We are not just talking about low-end products. These are not sneakers or a pair of pants. This is increasingly high-tech stuff. We are forfeiting our future as a great economic nation unless we rebuild our industrial base and unless we create millions and millions of jobs producing the goods and the products we consume. We cannot continue to just purchase products from the rest of the world.

   When we talk about the collapse of the middle class, it is important to also recognize the fact, as reported in USA.  Today last September, ``the incomes of the young and middle-aged--especially men--have fallen off a cliff since 2000, leaving many age groups poorer than they were even in the 1970s.'' The point being, for young workers, for example, when we had a manufacturing base in America in the 1940s, 1950s, 1960s, you could graduate high school and go out and get a job in a factory. Was it a glamorous job? No. Was it a hard job? Yes. Was it a dirty job? In some cases.

   But if you worked in manufacturing, and especially if you had a union behind you, the likelihood is you earned wages to take your family into the middle class, you had decent health care coverage, and you might even have a strong pension. Where are all those jobs now? During the Bush years alone, we went from 19 million jobs in manufacturing to 12 million jobs, a horrendous loss of manufacturing jobs. If you are a kid today in Colorado or Vermont and you are not of a mind, for whatever reason, to go to college--30 or 40 years ago you could go out, get a job in factory, and make some money. Today, what are your options? You can get a minimum wage job at McDonald's or maybe at Walmart, where benefits are minimal or nonexistent. That is a significant transition of the American economy.

   I wish to tell you something else, when we talk about manufacturing. It did not get a whole lot of publicity, but it is worth reporting. The good news is, we have recently seen--after the loss of many thousands of jobs in the automobile industry--we have seen the auto companies, Chrysler and others, starting to rehire. What I think has not been widely reported is, the wages of the new workers who are being hired are 50 percent of the wages of the older workers in the plant. You are going to have workers working side by side, where an older worker who has been there for years is making $25, $28 an hour, and right next to him a new hire is making $14 an hour. If you understand that the automobile industry was perhaps the gold standard for manufacturing in America, what do you think is going to happen to the wages of blue-collar workers in the future?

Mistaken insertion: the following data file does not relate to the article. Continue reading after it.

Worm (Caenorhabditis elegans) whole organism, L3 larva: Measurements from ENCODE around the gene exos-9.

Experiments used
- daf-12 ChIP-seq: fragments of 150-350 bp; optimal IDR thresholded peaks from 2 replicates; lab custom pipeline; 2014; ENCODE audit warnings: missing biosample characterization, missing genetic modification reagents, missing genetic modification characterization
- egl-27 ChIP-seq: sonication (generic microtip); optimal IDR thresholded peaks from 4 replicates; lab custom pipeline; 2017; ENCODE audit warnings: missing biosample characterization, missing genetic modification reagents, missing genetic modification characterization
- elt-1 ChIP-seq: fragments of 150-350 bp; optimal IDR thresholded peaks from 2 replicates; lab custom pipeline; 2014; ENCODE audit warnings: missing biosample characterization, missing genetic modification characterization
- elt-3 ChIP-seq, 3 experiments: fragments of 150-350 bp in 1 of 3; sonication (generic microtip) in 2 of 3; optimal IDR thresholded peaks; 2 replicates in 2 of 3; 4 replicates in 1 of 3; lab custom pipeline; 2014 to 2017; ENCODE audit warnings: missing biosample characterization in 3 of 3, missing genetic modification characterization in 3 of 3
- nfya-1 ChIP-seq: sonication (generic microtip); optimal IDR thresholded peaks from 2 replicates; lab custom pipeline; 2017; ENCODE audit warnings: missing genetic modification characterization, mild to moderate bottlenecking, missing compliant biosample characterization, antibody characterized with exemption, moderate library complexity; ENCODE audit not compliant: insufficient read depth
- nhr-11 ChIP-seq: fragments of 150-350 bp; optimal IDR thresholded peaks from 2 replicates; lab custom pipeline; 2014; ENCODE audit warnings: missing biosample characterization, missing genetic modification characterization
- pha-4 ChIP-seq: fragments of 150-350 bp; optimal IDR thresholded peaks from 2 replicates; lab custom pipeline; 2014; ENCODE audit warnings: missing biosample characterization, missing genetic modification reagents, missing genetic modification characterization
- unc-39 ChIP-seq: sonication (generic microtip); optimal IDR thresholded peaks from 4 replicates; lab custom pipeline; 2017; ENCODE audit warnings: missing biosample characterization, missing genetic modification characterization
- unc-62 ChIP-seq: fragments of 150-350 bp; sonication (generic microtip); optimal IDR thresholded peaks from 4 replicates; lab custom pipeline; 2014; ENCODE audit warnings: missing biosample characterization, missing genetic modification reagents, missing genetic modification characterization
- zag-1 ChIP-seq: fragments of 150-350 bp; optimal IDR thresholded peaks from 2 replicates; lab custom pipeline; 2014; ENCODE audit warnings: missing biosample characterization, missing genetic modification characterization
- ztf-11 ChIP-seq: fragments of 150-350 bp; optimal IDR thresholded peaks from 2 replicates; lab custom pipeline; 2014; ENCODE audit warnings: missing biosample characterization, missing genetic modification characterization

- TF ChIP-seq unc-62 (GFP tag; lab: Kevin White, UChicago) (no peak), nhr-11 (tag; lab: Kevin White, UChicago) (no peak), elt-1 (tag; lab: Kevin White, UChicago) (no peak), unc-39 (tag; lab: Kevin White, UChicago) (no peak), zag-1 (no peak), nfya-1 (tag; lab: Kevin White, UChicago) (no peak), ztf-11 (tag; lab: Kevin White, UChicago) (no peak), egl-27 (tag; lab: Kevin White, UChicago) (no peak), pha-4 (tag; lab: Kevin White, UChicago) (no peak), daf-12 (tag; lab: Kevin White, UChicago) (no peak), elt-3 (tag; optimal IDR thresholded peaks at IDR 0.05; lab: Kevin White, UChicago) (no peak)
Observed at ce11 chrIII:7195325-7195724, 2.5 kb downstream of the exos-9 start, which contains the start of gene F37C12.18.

If all you can get with a union behind you in automobile manufacturing is $14 an hour today, what are you going to make in Colorado or in Vermont? Are you going to make $10 an hour or $11 an hour? Is that enough money on which to raise a family? Are you going to have any benefits? Unlikely.

   That is what happens when your manufacturing base disappears and that, to a significant degree, in my view, is a result of a disastrous trade policy. I have to tell you--and I think in hindsight most people agree I was right--when I was in the House and all the corporations in the world were telling us how great NAFTA would be, free trade with Mexico, I did not buy it. I was right. They would say: Oh, it is going to be even better. We will have free trade with China. Think about how large China is and all the American products they are going to buy over there to create all kinds of jobs in the United States. I never believed it for a moment.

   I will tell you a story. I was in China a number of years ago and as part of a congressional delegation we went to visit Walmart in China. The Walmart store, amazingly enough, looked a lot like Walmart in America--different products, but it looked like the same style. You walk up and down the aisles and you see all these American products. I remember Wilson basketballs, Procter & Gamble soap products--different products there for the Chinese, but a lot of the products were American products. They looked pretty familiar.

   I asked the guy who was there with us who was, I believe, the head of Walmart Asia--the guy in charge of all the Walmarts in Asia--I asked him a simple question: Tell me, how many of these American company products are actually manufactured in the United States?

   He was a little bit sheepish and a little bit hesitant and he said: Well, about 1 percent. Obviously, what everybody knew, it is a lot cheaper for the American companies to set up plants in China, hire Chinese workers at 50 cents an hour, 75 cents an hour, whatever it is, and have them build the product for the Chinese markets than it is to pay American workers $15 an hour, $20 an hour, provide health insurance, deal with the union, deal with the environment. That is not a great revelation. I think anybody could have figured that one out. But the big money interests around here pushed it and Congress and President Clinton, at that time, signed it and we were off and running.